Penalty ordered in drug fatality

Prison sentence set at 12½ years

PORT ANGELES — A Port Angeles man was sentenced Tuesday to 12½ years in prison for drug homicide accomplice and witness tampering after he entered an Alford plea in the April 30, 2020, death of a 33-year-old Port Angeles man whose sister helped procure the fentanyl-lace drugs that killed him.

Clallam County Superior Court Judge Lauren Erickson imposed the punishment Tuesday on Nathan W. Terry, 32, resolving three cases against him.

Terry entered Alford pleas Tuesday on controlled substance homicide-accomplice and tampering with a witness charges, maintaining his innocence in connection with the death of Chad Eugene Johnson, 33.

In an Alford plea, the defendant does not admit guilt, only that a jury would likely find them guilty.

A charge of unlawful possession of a firearm was dismissed.

Terry also pleaded guilty in a third case involving one count of delivery of heroin and one count each of delivery of heroin and methamphetamine, both the same day and with special allegations they occurred within 1,000 feet of the perimeter of a school. In the same case, he pleaded guilty to a charge of delivery of heroin on a different day.

Terry’s criminal history includes three juvenile and 11 adult felonies.

In the tampering charge, the witness Terry tried to sway in connection with Chad Johnson’s death was Johnson’s sister, Melissa K. Johnson, 37, of Port Angeles.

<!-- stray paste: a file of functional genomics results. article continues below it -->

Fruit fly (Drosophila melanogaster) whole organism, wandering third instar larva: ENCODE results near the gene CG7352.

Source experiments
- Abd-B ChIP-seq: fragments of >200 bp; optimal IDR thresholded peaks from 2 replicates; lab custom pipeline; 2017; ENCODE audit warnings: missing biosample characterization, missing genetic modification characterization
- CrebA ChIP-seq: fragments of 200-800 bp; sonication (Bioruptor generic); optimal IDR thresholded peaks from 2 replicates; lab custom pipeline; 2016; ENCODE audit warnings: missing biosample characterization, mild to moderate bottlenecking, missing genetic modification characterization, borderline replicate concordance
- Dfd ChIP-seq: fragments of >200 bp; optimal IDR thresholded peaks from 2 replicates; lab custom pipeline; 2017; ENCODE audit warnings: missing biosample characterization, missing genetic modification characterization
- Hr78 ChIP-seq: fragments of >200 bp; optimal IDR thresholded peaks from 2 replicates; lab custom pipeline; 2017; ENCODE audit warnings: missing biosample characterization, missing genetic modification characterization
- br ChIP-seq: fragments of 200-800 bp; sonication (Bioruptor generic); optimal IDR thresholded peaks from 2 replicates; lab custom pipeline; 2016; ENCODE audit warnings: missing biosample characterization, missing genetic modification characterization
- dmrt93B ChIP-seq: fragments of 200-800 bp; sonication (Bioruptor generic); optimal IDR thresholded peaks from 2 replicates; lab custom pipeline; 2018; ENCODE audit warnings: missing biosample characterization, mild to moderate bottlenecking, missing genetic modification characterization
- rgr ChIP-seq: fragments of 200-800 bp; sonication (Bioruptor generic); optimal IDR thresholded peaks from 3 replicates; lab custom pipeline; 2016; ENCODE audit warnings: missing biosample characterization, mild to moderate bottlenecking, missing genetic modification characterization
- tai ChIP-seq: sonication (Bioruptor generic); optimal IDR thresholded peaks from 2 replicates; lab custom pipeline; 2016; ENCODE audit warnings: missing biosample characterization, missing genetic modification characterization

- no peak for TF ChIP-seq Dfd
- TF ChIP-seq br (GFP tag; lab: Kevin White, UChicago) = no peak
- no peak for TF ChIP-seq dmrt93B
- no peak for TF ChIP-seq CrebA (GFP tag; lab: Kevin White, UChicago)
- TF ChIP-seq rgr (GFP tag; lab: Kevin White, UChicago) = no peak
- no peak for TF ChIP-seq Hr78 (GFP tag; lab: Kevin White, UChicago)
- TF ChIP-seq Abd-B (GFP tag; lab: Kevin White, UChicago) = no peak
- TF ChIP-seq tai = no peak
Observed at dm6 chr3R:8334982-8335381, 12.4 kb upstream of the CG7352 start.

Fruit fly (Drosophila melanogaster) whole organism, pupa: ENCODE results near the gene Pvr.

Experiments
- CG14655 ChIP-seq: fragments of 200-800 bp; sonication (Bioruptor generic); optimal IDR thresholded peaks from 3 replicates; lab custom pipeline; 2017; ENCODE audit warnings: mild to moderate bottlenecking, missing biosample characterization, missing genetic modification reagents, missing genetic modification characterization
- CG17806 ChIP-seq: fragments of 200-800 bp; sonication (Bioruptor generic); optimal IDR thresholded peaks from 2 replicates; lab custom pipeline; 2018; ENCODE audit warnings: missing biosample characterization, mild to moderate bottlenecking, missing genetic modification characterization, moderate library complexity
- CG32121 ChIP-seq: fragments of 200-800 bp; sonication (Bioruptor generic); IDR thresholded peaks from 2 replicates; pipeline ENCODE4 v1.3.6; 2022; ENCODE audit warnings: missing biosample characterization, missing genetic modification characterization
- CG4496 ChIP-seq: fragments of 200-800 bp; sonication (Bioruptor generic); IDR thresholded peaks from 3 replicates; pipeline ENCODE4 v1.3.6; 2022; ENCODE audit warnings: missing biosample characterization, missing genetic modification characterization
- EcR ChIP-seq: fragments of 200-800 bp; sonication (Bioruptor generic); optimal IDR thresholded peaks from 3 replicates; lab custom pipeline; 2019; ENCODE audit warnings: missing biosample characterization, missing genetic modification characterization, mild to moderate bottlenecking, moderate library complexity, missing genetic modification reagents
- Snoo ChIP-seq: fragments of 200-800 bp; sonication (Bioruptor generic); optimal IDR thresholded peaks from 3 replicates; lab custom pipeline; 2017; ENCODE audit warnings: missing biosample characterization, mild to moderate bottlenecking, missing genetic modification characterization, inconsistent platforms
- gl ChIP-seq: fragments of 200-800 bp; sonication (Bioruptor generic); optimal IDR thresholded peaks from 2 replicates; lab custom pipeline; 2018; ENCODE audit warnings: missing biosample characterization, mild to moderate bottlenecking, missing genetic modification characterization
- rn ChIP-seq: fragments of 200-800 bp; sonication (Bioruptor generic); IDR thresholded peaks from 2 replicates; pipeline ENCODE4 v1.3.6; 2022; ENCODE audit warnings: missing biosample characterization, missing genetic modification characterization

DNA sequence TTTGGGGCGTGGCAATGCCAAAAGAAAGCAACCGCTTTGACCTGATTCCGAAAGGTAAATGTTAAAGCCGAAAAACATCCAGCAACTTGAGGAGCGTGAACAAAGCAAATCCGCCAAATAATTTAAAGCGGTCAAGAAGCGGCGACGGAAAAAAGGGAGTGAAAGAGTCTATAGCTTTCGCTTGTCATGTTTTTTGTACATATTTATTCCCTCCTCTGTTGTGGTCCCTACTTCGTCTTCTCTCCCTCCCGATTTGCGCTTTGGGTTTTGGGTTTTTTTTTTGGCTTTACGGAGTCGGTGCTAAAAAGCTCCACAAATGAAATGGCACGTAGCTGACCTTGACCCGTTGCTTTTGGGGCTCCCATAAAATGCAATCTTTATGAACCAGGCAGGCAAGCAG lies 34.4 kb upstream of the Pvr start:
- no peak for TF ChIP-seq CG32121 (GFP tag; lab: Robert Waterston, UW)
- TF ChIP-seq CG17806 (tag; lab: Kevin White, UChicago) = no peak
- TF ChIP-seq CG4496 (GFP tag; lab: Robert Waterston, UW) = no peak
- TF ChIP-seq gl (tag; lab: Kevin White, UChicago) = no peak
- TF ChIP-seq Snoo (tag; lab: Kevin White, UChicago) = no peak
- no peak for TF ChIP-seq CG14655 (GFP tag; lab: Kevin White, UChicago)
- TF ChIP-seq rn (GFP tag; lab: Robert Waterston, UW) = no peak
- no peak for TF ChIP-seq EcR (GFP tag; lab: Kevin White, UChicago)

At first charged with controlled substance homicide-accomplice in her brother’s death, she pleaded guilty to third-degree assault-criminal negligence.

Johnson was sentenced June 2 to 12 months community custody and must undergo a substance abuse evaluation. Terry had been scheduled for trial June 14.

She negotiated the plea in exchange for agreeing to testify against Terry for his role in her brother’s death and for her testimony against him for pressuring her to retract her account of that role.

“Obviously, this is a tragic loss, especially given how close the third party was, the sibling of Mr. Johnson,” Deputy Prosecuting Attorney Zachary Snipe said at the sentencing hearing.

“That’s going to haunt that person forever,” he said.

“This was definitely a small-town tragedy,” Snipe said later Tuesday.

“Hopefully, the sentence today is a small step forward in making people accountable.”

Chad Johnson’s girlfriend found him lying on his back dead, on the floor next to their mattress, shortly before 7 a.m. April 30, 2020, at his parents’ East Ninth Street home, according to the probable cause statement.

Johnson died of “acute intoxication by the combined effects of methamphetamine, fentanyl and opiates,” according to an autopsy that ruled his death accidental.

Johnson’s girlfriend told officers Johnson “had a history of using heroin but she thought he had been clean for some amount of time,” according to the statement.

According to his Facebook messenger exchanges, Johnson was buying methamphetamine and heroin in amounts of $4 to $15 during April 2020, with his primary source his sister, who was staying in the same hotel room as Terry at the Holiday Lodge in Port Angeles.